Love at a crossroads in On The Path
Jasmila Zbanic, darling of the Berlinale since her debut work Esma's Secret [+see also:
interview: Barbara Albert
interview: Jasmila Zbanic
film profile] (winner of the 2006 Golden Bear for Best Film), has once again proved her talent in competition with a second very intelligent and masterful feature, On The Path [+see also:
film profile]. Whilst exploring similar themes, namely the changes in her country since the war seen from women’s perspectives, with the underlying theme of maternity, this film straightaway reveals itself to be very different.
The opening scene, in which the protagonist examines one by one, like a Godard heroine, her body parts through the screen of her mobile phone (which she never lets go of and on which she has images of her boyfriend sleeping so she doesn’t feel lonely when they are apart) sets the tone. Here we find ourselves in a rebuilt and modern Bosnia, whose colours are beautifully captured by the (digital) cinematography, and we follow the trail of a sensual and lively heroine, who has left the pain of the war (her parents’ death) behind her.
Luna, a graceful air hostess (played by Croatian Shooting Star Zrinka Cvitesic) and non-practising Muslim, has a perfect, loving relationship with Amar (Leon Lucev), whose child she wants to have. They’re an upbeat couple, who don’t let life’s little difficulties get them down but forge ahead ("So, what do we do now?" is their response in times of worry), although Amar has not recovered quite as well from the wounds of war.
Everything changes when Amar is reunited, (literally) by accident, with an army friend, Bahrija, whom he hardly recognises at first behind his beard, for he has become a Wahhabite. Bahrija, who is apparently peace-inclined despite his refusal to shake Luna’s hand (something experienced by Zbanic, which made her want to understand this gesture and was the starting point for the film) and the aggressively orthodox appearance of his fully-veiled wife ("like a ninja", remarks Luna), introduces Amar to his community. This community lives in peaceful isolation on either side of a curtain separating men and women (very different from the flowery shower curtain at the start of the film, behind which Amar and Luna romp about).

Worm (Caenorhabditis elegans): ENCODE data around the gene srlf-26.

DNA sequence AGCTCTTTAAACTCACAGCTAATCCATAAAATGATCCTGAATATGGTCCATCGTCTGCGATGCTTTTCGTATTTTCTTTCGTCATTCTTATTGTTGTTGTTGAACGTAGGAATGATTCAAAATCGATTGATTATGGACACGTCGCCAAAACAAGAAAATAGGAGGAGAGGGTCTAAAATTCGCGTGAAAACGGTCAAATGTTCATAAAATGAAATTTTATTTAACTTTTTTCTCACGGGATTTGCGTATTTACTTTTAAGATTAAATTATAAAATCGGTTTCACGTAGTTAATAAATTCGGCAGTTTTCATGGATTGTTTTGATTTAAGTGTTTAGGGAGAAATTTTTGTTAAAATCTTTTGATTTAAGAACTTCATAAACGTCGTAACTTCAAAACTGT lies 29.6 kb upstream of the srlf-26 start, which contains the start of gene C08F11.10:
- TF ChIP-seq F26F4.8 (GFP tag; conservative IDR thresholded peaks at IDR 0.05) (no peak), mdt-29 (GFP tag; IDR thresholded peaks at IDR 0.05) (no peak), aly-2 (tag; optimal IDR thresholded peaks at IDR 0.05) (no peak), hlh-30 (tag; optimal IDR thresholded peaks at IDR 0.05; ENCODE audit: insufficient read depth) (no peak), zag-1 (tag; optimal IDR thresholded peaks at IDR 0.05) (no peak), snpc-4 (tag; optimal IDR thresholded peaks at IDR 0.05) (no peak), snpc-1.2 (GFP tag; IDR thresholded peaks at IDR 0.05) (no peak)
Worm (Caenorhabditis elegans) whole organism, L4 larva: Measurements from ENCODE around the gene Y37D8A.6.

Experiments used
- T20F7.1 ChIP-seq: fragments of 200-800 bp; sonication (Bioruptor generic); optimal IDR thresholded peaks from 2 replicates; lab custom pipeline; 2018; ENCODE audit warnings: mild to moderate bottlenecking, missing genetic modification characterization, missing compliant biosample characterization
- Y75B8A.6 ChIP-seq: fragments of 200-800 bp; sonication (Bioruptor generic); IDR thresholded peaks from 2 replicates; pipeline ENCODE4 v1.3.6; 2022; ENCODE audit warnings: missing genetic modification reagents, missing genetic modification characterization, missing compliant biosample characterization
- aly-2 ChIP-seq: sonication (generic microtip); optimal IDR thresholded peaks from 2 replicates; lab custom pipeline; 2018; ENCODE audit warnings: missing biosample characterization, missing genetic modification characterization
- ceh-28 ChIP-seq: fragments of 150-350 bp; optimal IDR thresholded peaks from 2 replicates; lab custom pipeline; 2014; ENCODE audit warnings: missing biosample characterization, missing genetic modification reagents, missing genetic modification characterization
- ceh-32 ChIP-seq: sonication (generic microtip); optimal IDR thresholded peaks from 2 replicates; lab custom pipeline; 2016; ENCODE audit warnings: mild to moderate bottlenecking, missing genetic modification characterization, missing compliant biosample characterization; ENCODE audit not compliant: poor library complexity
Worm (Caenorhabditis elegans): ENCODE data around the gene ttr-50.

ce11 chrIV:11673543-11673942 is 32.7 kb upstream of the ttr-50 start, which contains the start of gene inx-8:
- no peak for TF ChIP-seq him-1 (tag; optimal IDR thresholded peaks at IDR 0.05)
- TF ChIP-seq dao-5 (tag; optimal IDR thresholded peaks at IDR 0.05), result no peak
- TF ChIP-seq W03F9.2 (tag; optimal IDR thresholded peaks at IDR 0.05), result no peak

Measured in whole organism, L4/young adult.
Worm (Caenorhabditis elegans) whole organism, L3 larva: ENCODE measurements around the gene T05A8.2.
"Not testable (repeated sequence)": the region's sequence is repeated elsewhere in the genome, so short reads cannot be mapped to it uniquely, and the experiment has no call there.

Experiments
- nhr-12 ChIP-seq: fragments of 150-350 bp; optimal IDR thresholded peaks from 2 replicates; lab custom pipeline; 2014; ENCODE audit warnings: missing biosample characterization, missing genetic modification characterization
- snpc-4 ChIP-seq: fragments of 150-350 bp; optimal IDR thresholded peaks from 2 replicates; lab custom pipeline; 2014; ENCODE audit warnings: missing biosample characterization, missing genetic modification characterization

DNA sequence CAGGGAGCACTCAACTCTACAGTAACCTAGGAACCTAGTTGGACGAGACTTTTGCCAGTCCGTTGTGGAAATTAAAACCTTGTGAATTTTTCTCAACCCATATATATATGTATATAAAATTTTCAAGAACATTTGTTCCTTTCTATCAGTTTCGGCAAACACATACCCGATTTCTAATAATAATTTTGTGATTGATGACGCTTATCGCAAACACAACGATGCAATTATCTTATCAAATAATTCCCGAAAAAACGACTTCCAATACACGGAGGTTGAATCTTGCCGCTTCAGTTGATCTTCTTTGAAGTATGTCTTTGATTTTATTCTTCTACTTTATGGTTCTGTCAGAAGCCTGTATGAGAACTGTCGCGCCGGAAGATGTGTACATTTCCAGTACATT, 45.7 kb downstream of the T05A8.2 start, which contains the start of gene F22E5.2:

Perniciously, without forcing him (for this community is not, as some believe, made up of terrorists), Bahrija offers Amar the direction he was lacking. Amar thus starts, before a dumbfounded but sympathetic Luna who tries to understand her beloved’s desire for self-betterment, to move towards fundamentalism, which he ends up wanting to impose on her. Luna, who is unable to accept this view of the role of women and children (her desire to be a mother has nothing to do with the aim of re-populating the Muslim community) and the continuous condemnation of everything she loves in life as sinful (as she ends up explaining when Amar tries to drag her out of the nightclub, a place of sin, where she has gone in a strappy dress, like a sinner, to drown the profound sadness of her dilemma in alcohol, the height of sinfulness) thus has to make a choice between her love and the inconceivability of having a child with the man Amar has become.
Despite the strength of their love, Amar and Luna have each taken different directions and the film ends without us knowing whether one of the two will come back to the other.
(Translated from French)
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